Don’t let this nasty Blue Monday (and/or your DryJanuary resolutions) put you down this year and cheer the hell up with a dram (or two)! And as I know this sounds like an appealing perspective (or at least, that’s how I hope it sounds…), I especially selected 3 tasty “blue” whiskies for you to discover or rediscover! See, I could have gone the mainstream and Captain-Obvious-sponsored path with a Johnny Walker Blue Label – which would have definitely fit the theme – but hey, I’m happy to spend hours digging the utmost depths of the internet for more uncommon expressions. Here’s therefore my special “Blue Whiskies Against Blue Monday” shortlist (And don’t take this too litterally, none of them are actually blue – and if they happen to be, please ask your merchant for a refund):
Balcones True Blue 100 Proof
A gorgeous creation from Balcones in Waco, Texas. They make their True Blue corn whisky using blue corn, which makes a mighty fine tortilla chip and (so it seems) a mighty fine whisky too! It’s unique and also pretty dangerous, as blue corn contains a high oil content, which when mixed with heat from distillation can become somewhat… Flammable. The risk is worth it, however, as True Blue is a true blue winner.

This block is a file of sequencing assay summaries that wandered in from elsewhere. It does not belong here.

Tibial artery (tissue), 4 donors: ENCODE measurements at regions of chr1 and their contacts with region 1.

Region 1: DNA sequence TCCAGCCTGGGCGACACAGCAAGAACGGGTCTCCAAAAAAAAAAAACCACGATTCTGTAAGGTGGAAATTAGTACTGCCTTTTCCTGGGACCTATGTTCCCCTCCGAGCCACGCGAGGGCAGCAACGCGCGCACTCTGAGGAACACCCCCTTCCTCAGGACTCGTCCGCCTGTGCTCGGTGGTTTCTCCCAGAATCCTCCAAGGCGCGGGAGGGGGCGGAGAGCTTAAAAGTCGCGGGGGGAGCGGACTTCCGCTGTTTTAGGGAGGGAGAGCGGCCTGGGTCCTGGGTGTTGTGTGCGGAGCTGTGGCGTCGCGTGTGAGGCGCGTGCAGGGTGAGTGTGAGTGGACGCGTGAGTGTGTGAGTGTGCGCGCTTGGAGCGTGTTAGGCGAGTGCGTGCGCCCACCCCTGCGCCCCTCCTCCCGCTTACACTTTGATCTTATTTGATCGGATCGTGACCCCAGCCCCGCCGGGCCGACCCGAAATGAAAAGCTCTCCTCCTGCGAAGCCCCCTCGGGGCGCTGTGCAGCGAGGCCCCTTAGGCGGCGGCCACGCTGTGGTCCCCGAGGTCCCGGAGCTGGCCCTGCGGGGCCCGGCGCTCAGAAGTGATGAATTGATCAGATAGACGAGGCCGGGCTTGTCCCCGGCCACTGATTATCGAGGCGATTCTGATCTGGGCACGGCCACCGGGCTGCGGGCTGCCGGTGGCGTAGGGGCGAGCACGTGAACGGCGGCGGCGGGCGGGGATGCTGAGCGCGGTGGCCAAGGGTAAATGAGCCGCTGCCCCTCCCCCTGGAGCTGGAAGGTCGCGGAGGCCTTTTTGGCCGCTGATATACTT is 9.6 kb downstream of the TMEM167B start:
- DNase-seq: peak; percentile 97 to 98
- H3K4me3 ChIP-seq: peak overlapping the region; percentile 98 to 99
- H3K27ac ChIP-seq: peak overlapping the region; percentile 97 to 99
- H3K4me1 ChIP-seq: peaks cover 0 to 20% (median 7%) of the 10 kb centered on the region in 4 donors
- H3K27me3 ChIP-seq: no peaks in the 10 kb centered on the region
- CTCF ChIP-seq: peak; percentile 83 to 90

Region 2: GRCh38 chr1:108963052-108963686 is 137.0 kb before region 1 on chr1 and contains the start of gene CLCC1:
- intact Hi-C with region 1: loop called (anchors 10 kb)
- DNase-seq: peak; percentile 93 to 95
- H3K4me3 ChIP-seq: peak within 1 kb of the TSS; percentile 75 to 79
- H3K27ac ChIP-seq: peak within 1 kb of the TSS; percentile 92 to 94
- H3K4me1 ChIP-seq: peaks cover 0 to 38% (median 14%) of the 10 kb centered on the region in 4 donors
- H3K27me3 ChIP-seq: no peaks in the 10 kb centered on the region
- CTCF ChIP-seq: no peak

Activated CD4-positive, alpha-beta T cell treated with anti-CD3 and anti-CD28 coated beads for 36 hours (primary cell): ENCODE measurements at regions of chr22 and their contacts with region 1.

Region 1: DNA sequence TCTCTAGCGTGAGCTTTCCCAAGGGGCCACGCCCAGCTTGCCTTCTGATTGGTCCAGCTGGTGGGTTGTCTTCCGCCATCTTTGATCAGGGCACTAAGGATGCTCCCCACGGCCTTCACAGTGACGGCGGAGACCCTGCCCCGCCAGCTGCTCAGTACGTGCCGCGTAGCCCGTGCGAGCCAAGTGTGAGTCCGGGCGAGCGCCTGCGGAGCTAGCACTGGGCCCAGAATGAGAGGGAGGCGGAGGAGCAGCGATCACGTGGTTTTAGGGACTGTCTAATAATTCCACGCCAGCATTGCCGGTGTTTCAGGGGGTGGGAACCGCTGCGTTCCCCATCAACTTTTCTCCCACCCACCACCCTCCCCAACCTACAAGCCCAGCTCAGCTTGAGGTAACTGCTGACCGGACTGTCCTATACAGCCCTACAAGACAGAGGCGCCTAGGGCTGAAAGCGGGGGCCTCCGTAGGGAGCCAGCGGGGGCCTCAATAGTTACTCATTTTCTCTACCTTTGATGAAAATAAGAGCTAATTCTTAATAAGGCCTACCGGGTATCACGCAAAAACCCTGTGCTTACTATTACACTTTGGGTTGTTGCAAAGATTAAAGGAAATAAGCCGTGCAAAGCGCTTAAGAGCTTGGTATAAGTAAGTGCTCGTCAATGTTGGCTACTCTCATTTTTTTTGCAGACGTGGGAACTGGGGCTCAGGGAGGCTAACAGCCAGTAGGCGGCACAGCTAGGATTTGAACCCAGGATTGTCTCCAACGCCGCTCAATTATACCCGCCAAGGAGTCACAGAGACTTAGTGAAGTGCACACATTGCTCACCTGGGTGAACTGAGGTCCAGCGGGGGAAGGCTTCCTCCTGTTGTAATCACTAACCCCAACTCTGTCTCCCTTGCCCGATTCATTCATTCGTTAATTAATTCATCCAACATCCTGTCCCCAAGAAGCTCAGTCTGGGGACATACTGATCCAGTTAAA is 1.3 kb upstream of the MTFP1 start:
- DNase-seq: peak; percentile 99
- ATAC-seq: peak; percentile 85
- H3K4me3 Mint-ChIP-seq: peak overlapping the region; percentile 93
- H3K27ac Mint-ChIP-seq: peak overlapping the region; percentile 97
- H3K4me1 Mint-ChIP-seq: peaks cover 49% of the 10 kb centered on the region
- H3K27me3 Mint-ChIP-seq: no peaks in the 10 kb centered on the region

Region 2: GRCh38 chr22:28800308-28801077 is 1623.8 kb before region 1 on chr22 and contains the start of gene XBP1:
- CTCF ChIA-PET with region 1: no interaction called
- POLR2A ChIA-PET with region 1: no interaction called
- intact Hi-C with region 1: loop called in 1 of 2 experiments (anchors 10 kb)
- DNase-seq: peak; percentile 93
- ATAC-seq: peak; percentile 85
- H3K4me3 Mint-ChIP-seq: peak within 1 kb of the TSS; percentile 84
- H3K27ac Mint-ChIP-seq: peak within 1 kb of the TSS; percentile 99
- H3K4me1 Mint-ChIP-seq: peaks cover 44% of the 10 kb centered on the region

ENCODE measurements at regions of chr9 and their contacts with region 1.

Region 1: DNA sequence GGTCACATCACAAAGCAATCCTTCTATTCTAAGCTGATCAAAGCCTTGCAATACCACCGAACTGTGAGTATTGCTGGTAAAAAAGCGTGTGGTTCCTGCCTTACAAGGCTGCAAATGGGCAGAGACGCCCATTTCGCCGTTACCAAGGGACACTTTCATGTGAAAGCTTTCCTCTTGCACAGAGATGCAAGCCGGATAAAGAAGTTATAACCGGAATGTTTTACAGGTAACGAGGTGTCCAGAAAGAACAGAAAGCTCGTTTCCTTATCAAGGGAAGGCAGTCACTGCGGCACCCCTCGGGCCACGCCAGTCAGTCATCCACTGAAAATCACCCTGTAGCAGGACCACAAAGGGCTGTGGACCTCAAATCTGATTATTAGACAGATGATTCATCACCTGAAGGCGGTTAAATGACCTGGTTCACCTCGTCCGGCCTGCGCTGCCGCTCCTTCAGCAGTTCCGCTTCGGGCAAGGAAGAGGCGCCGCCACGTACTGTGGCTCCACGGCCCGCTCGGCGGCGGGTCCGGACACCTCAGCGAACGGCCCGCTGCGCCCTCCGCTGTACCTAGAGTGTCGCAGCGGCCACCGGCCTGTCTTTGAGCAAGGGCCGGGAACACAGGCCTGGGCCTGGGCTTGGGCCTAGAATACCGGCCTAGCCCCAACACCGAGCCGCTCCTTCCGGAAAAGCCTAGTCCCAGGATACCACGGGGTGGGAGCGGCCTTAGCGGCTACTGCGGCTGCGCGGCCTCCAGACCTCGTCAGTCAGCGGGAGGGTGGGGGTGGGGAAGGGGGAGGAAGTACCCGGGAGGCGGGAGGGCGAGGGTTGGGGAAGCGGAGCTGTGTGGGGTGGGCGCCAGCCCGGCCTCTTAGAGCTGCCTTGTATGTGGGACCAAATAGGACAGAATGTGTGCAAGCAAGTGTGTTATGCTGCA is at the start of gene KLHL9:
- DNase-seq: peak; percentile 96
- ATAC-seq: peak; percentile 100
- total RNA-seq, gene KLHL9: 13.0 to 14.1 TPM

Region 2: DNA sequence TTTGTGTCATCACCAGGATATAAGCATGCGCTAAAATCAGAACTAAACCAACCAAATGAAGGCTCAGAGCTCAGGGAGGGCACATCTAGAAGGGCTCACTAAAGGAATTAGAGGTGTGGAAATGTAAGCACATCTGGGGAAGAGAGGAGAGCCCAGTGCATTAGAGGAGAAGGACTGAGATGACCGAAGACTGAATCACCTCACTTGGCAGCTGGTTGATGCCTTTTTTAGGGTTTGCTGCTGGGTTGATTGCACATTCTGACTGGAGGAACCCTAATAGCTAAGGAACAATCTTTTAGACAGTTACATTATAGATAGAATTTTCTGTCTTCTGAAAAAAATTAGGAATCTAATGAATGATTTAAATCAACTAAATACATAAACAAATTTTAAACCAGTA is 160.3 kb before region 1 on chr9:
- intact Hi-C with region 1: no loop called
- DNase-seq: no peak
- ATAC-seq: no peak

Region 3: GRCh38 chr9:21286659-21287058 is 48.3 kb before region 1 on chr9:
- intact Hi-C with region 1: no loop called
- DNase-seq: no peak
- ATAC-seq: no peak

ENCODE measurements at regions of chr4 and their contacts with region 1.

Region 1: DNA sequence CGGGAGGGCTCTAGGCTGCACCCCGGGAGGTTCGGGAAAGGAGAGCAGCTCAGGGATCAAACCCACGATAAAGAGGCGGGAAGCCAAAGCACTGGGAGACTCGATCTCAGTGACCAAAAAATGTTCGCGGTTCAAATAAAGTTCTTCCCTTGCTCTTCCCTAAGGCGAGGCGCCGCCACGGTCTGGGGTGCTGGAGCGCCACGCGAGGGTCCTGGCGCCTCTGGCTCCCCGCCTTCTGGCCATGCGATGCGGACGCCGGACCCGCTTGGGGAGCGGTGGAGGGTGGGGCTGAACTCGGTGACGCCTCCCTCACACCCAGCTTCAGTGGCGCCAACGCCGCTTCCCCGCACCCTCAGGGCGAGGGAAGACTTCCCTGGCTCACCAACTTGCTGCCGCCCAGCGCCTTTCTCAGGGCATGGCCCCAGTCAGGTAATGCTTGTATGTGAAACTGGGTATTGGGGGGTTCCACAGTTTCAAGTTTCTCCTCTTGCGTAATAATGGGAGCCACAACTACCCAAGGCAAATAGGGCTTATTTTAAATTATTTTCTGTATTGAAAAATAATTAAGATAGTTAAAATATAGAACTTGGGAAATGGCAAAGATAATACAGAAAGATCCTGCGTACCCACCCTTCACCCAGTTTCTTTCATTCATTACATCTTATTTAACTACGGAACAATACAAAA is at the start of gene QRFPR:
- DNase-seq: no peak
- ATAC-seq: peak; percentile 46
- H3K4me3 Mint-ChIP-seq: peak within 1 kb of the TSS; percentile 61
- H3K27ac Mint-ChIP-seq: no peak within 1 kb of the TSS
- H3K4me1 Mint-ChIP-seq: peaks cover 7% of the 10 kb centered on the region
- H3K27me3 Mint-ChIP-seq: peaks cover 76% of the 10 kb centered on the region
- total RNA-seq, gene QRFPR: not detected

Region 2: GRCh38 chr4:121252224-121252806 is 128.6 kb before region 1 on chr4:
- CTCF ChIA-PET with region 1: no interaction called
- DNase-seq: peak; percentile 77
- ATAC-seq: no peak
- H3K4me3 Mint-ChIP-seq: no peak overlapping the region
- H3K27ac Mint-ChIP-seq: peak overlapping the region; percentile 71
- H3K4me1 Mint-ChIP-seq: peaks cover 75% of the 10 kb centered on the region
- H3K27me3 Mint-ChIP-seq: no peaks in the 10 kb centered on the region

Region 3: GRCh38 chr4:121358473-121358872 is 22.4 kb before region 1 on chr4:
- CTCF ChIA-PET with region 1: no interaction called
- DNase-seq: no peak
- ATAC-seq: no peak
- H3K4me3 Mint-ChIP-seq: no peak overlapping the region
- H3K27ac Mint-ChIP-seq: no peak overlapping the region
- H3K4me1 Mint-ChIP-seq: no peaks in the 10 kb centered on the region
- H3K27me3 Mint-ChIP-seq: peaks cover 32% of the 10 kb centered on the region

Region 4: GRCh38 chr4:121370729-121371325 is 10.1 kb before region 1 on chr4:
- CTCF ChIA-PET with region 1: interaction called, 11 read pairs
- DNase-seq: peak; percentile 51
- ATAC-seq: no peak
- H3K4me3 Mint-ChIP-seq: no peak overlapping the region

Blue Hanger – 9th Release (Berry Bros. & Rudd)
This is the ninth release of Blue Hanger, an exceptional series of blended malt whiskies from Berry Brothers & Rudd. It was named after William Hanger, who got the nickname Blue Hanger because he wore blue quite a lot.
The ninth release pulls back the reins of the sherry cask whisky in the blend, choosing to add some peated whisky instead, which gives this expression a brilliant little twist on the nose and palate.
In a Bluebell Wood – 1995 (Wemyss Malts) Glen Grant
In A Bluebell Wood might sound like the start of a poem or a fantasy story, but it’s actually the descriptive name given to this Wemyss bottling of single malt Scotch whisky from the Glen Grant. It was distilled in 1995, matured in a single barrel and bottled in 2014 with an outturn of 242 bottles.